US says 'premature' to punish Libya
The United States on Monday renewed warnings to Libya not to "lionize" the Lockerbie bomber, but said it was premature to punish the Arab nation which had been reconciling with the West.world Updated: Aug 25, 2009 01:54 IST
The United States on Monday renewed warnings to Libya not to "lionize" the Lockerbie bomber, but said it was premature to punish the Arab nation which had been reconciling with the West.
Relatives of victims of the 1988 bombing of the Pan Am jetliner have voiced revulsion after hundreds of flag-waving well-wishers greeted the bomber, who was freed in Scotland on compassionate grounds due to his cancer.
"We had made it quite clear to Libyan government, both publicly and privately, that we're going to be watching very closely how they receive this man," State Department spokesman Ian Kelly said.
The United States told Libya that "if they continue to lionize him in a public fashion, that these kinds of public demonstrations can only have a profoundly negative effect on our relationship," he said.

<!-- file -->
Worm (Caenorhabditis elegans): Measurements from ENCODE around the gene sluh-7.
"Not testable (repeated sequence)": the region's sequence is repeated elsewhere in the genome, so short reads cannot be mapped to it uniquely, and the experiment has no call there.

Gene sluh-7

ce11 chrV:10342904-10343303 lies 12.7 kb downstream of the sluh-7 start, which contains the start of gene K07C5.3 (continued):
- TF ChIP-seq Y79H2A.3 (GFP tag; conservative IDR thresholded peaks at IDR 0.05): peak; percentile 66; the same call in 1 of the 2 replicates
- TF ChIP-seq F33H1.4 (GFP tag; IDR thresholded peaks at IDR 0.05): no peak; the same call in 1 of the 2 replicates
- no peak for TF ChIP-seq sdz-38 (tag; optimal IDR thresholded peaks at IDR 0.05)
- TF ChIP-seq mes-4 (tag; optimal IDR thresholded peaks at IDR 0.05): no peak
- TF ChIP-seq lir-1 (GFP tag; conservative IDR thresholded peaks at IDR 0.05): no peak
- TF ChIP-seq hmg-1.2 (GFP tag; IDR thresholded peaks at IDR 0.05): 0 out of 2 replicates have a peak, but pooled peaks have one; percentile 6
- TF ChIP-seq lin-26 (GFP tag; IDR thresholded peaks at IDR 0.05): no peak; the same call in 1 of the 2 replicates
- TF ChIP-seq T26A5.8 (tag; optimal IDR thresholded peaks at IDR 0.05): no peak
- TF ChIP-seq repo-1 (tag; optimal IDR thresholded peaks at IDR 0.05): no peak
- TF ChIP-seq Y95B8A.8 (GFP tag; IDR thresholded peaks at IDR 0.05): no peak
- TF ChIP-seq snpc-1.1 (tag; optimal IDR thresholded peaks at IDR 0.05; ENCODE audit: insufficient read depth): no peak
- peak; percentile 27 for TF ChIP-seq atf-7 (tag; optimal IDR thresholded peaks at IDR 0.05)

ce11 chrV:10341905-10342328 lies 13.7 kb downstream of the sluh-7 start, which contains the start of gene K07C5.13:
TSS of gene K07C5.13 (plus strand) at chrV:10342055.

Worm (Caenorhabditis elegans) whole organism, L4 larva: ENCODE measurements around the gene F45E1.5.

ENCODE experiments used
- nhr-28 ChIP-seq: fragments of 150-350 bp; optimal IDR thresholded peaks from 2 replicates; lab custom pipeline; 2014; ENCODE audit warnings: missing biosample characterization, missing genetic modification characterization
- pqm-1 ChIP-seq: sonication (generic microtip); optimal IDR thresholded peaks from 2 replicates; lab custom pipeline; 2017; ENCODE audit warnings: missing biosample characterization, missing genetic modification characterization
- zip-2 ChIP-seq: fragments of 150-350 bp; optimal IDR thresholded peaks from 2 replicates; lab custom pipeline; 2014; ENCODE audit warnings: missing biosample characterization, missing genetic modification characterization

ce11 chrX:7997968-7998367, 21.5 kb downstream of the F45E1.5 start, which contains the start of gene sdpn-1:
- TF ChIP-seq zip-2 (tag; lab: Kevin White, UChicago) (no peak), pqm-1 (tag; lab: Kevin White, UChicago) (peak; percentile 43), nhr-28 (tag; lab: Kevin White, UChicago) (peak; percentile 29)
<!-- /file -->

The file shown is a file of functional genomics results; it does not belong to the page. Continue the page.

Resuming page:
But pressed by reporters, Kelly said there have not been concrete changes in the US relationship with Libya, which has been returning to the international mainstream since renouncing terrorism and its pursuit of weapons of mass destruction in 2003.
"I think it's premature for me to say that we're actually sitting down and considering concrete actions that we would take. But we are watching very closely," he said.
A senior US official, speaking on condition of anonymity, said that while Thursday's homecoming for bomber Abdelbaset Ali Mohmet al-Megrahi was "disgusting," Libya was responding to pressure.
"Thursday's demonstrations could have been a lot worse. There was some attempt by the Libyan authorities to limit the number of people allowed on the tarmac," the official said.
"They are being -- in a real minor-league, pathetic way -- responsive," the official said. "They can do a lot better than they've done and we want to make sure that we give them that opportunity."
The White House said earlier Monday that President Barack Obama had no plans to meet Libyan leader Moamer Kadhafi at the United Nations next month, but declined to rule out a chance encounter.
Kadhafi met on Friday with Megrahi, the only person convicted in the bombing that killed 270 people in the air and on the ground in the Scottish town of Lockerbie.